Stripping liens in bankruptcy court . . . or maybe avoiding them

If you are a debtor in bankruptcy court, stripping could be a very profitable thing . . . stripping off liens from your property, that is.

But it might not be the only bankruptcy strategy to get rid of pesky liens. Avoidance could work well, too.

California bankruptcy law guru Cathy Moran has written a nice article on the niceties of the differences between the two approaches. Its a subject that often confounds even experienced bankruptcy attorneys.

Basically, the idea is that avoidance is a way to eliminate liens placed on property that the debtor has declared exempt from attachment in the bankruptcy. It works principally on judicial liens, meaning those issued by a court as the result of a lawsuit. It won’t help you get rid of tax liens, because those arise by statute, not court orders.

If you are attempting to avoid a lien, it usually is a simple matter which involves your attorney filing a motion which is rarely disputed. As long as you complete your bankruptcy case and don’t bail out early, you will end up with an order from the judge that you can record at the county registry of deeds.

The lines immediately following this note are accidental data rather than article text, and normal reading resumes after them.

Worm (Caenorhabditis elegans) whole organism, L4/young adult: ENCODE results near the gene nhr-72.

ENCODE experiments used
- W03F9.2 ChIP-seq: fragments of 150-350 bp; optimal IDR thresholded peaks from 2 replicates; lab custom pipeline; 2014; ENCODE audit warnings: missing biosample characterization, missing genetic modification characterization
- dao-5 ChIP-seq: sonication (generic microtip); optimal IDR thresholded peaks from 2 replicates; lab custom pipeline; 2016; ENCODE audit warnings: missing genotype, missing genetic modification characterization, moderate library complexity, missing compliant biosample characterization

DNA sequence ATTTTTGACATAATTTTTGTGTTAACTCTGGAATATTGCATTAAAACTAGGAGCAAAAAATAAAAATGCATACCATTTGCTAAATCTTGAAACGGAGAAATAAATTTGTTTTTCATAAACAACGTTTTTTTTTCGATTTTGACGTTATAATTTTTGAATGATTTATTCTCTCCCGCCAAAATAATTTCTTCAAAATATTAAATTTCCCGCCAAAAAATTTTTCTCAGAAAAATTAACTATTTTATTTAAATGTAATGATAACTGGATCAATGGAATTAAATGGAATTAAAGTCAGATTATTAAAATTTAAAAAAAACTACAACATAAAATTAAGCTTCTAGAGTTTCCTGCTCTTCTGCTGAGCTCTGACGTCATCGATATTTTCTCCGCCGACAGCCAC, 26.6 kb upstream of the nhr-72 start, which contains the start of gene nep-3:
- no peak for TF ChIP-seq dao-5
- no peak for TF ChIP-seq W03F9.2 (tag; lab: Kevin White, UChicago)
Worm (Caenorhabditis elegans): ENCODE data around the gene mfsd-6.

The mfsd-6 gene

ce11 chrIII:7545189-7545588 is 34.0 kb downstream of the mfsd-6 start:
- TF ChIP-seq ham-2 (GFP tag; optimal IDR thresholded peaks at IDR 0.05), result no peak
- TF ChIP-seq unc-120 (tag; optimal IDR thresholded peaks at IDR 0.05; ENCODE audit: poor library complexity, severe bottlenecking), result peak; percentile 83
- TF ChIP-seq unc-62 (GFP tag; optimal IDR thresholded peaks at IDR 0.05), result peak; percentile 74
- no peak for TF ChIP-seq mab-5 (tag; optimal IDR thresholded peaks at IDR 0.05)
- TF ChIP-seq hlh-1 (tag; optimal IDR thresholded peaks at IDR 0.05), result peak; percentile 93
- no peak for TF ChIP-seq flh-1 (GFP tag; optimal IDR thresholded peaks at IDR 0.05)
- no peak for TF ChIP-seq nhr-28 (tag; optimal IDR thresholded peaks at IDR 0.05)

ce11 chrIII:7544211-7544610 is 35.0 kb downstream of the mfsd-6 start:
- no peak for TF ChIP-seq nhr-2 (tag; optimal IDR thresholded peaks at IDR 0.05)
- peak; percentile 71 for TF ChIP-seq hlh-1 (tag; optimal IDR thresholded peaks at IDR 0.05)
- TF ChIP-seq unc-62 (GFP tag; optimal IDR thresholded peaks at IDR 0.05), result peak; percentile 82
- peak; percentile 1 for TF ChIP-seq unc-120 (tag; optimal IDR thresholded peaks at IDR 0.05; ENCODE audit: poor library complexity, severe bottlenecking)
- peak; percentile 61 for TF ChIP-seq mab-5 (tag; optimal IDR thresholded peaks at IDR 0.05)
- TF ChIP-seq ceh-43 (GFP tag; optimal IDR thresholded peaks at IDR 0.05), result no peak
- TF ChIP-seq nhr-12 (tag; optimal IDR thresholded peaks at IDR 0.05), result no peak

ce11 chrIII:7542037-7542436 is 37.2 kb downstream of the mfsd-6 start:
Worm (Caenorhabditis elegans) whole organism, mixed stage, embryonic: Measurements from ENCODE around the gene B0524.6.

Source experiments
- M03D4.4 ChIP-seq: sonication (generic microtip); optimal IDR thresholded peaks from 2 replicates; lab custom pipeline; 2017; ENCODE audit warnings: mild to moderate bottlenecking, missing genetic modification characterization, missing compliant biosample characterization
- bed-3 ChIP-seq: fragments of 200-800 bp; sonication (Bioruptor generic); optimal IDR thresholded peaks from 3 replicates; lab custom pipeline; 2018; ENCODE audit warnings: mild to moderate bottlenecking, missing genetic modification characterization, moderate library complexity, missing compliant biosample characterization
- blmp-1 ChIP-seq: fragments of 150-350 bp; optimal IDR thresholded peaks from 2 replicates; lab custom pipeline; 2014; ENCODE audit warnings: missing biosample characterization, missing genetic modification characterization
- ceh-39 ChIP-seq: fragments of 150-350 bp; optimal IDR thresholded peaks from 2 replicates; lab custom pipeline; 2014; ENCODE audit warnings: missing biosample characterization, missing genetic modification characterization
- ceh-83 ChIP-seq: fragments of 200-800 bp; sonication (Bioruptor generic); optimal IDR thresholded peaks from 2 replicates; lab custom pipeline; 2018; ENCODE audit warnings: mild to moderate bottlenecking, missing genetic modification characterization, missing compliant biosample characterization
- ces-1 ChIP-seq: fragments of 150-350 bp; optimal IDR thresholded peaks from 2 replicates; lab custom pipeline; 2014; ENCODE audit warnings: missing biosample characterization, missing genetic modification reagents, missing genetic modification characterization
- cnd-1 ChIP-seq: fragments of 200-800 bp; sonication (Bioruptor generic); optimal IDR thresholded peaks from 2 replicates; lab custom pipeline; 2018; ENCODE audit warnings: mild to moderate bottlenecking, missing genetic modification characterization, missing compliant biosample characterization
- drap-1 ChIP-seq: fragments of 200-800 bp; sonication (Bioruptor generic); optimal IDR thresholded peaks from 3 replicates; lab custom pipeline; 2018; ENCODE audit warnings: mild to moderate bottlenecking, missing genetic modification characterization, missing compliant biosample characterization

Avoidance is a creation of section 522 of the bankruptcy code (concerning exeptions), and so applies equally to Chapter 7 and Chapter 13 cases.

As for the somewhat sexier topic of stripping, for years this tactic has been the exclusive province of Chapter 13 filers. With lien stripping, the trick is to find second of third liens that are completely underwater. In that case, they can be “stripped,” and the creditor gets an unsecured claim instead.

Again, this is handled by a fairly routine motion, which may or may not be contested in court.

First mortgages on residential homes cannot be stripped or modified at all, and if there is even a dollar’s worth of equity supporting a loan in second or third position, that lien can’t be stripped off either. Again, the loan must be completely underwater to get it’s lien stripped.

The big news recently in the lien-stripping world came out of Georgia, where the in the McNeal case the 11th Circuit recently ruled that Chapter 7 filers can strip liens, too.

So far, this decision only applies in Florida and Georgia, but you can be sure I’ll be watching to see if there is any enthusiasm for the reasoning behind it among Massachusetts and New Hampshire bankruptcy judges.

It certainly would be much cheaper and quicker for debtors to be able to strip liens in a Chapter 7 case. But only time will tell if that will become a realistic possibility in this corner of the nation.


By Doug Beaton

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